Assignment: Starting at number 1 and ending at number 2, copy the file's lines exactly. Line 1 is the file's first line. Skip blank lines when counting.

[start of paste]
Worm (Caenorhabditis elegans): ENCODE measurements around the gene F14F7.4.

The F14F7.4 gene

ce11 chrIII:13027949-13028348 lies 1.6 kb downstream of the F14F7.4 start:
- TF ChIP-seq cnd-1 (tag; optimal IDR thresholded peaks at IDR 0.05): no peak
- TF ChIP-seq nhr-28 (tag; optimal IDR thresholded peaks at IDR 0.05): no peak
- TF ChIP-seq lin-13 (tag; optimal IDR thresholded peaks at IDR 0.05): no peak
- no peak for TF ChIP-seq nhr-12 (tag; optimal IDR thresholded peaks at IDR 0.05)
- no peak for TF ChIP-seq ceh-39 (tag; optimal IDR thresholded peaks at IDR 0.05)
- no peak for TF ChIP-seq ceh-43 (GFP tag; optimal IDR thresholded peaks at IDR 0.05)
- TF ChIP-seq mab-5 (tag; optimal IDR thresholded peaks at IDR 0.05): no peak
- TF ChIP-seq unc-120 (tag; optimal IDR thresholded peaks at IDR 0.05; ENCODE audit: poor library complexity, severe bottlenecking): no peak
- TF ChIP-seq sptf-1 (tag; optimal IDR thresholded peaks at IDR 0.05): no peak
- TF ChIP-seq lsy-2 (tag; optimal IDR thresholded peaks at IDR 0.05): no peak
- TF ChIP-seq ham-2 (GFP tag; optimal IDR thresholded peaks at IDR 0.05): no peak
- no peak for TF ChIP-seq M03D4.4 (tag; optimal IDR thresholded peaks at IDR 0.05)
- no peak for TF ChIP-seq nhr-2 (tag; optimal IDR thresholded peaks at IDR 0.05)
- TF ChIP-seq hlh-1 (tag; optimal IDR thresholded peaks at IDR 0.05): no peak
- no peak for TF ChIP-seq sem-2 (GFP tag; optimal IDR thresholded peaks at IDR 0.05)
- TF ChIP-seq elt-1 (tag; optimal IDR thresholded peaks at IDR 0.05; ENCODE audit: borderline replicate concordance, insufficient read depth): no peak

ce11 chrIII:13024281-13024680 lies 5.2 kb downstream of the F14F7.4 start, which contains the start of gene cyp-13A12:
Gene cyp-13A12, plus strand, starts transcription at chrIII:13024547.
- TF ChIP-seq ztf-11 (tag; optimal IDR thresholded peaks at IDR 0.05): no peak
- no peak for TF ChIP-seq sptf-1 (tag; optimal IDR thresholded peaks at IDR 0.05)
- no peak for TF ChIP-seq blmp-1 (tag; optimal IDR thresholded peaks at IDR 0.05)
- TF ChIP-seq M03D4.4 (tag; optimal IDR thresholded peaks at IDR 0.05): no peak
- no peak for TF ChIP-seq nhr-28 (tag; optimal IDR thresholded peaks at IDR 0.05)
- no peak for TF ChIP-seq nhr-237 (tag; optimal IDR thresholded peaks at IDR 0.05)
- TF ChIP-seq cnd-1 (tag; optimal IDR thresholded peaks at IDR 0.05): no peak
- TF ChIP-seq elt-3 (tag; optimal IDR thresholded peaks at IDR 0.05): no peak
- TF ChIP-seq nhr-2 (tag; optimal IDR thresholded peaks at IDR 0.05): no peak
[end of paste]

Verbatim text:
Worm (Caenorhabditis elegans): ENCODE measurements around the gene F14F7.4.

The F14F7.4 gene